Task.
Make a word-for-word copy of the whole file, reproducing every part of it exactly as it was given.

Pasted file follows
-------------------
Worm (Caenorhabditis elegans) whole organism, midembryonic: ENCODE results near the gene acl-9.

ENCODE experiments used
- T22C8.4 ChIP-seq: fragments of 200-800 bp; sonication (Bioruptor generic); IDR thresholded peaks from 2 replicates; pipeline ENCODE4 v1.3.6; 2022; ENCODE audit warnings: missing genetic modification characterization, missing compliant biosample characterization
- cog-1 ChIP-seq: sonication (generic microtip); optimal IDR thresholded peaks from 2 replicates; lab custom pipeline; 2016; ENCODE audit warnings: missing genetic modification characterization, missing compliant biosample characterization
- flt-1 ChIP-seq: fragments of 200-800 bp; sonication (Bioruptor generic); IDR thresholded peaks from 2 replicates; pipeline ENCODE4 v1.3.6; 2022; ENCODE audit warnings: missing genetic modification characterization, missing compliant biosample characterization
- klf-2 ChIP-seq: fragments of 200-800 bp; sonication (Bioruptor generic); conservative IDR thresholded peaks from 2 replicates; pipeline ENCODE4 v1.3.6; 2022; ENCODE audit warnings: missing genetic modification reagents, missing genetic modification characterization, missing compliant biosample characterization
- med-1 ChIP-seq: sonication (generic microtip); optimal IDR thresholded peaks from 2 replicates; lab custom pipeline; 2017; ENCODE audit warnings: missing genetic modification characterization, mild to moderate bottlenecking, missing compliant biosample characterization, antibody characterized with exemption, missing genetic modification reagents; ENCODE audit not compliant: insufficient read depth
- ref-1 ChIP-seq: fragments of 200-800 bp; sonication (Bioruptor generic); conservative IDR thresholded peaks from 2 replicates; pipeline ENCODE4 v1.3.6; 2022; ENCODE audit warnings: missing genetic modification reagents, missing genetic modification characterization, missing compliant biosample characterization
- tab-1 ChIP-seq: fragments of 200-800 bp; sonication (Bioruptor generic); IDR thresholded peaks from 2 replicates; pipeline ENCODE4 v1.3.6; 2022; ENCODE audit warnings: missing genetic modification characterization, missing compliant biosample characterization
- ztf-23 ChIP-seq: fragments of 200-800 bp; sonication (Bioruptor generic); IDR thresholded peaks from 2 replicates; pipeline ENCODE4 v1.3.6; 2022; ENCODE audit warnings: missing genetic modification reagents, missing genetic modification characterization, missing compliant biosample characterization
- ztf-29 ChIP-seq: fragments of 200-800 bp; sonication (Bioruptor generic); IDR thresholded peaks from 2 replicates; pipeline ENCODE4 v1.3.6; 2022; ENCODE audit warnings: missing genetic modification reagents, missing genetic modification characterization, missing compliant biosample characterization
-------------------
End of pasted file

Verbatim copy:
Worm (Caenorhabditis elegans) whole organism, midembryonic: ENCODE results near the gene acl-9.

ENCODE experiments used
- T22C8.4 ChIP-seq: fragments of 200-800 bp; sonication (Bioruptor generic); IDR thresholded peaks from 2 replicates; pipeline ENCODE4 v1.3.6; 2022; ENCODE audit warnings: missing genetic modification characterization, missing compliant biosample characterization
- cog-1 ChIP-seq: sonication (generic microtip); optimal IDR thresholded peaks from 2 replicates; lab custom pipeline; 2016; ENCODE audit warnings: missing genetic modification characterization, missing compliant biosample characterization
- flt-1 ChIP-seq: fragments of 200-800 bp; sonication (Bioruptor generic); IDR thresholded peaks from 2 replicates; pipeline ENCODE4 v1.3.6; 2022; ENCODE audit warnings: missing genetic modification characterization, missing compliant biosample characterization
- klf-2 ChIP-seq: fragments of 200-800 bp; sonication (Bioruptor generic); conservative IDR thresholded peaks from 2 replicates; pipeline ENCODE4 v1.3.6; 2022; ENCODE audit warnings: missing genetic modification reagents, missing genetic modification characterization, missing compliant biosample characterization
- med-1 ChIP-seq: sonication (generic microtip); optimal IDR thresholded peaks from 2 replicates; lab custom pipeline; 2017; ENCODE audit warnings: missing genetic modification characterization, mild to moderate bottlenecking, missing compliant biosample characterization, antibody characterized with exemption, missing genetic modification reagents; ENCODE audit not compliant: insufficient read depth
- ref-1 ChIP-seq: fragments of 200-800 bp; sonication (Bioruptor generic); conservative IDR thresholded peaks from 2 replicates; pipeline ENCODE4 v1.3.6; 2022; ENCODE audit warnings: missing genetic modification reagents, missing genetic modification characterization, missing compliant biosample characterization
- tab-1 ChIP-seq: fragments of 200-800 bp; sonication (Bioruptor generic); IDR thresholded peaks from 2 replicates; pipeline ENCODE4 v1.3.6; 2022; ENCODE audit warnings: missing genetic modification characterization, missing compliant biosample characterization
- ztf-23 ChIP-seq: fragments of 200-800 bp; sonication (Bioruptor generic); IDR thresholded peaks from 2 replicates; pipeline ENCODE4 v1.3.6; 2022; ENCODE audit warnings: missing genetic modification reagents, missing genetic modification characterization, missing compliant biosample characterization
- ztf-29 ChIP-seq: fragments of 200-800 bp; sonication (Bioruptor generic); IDR thresholded peaks from 2 replicates; pipeline ENCODE4 v1.3.6; 2022; ENCODE audit warnings: missing genetic modification reagents, missing genetic modification characterization, missing compliant biosample characterization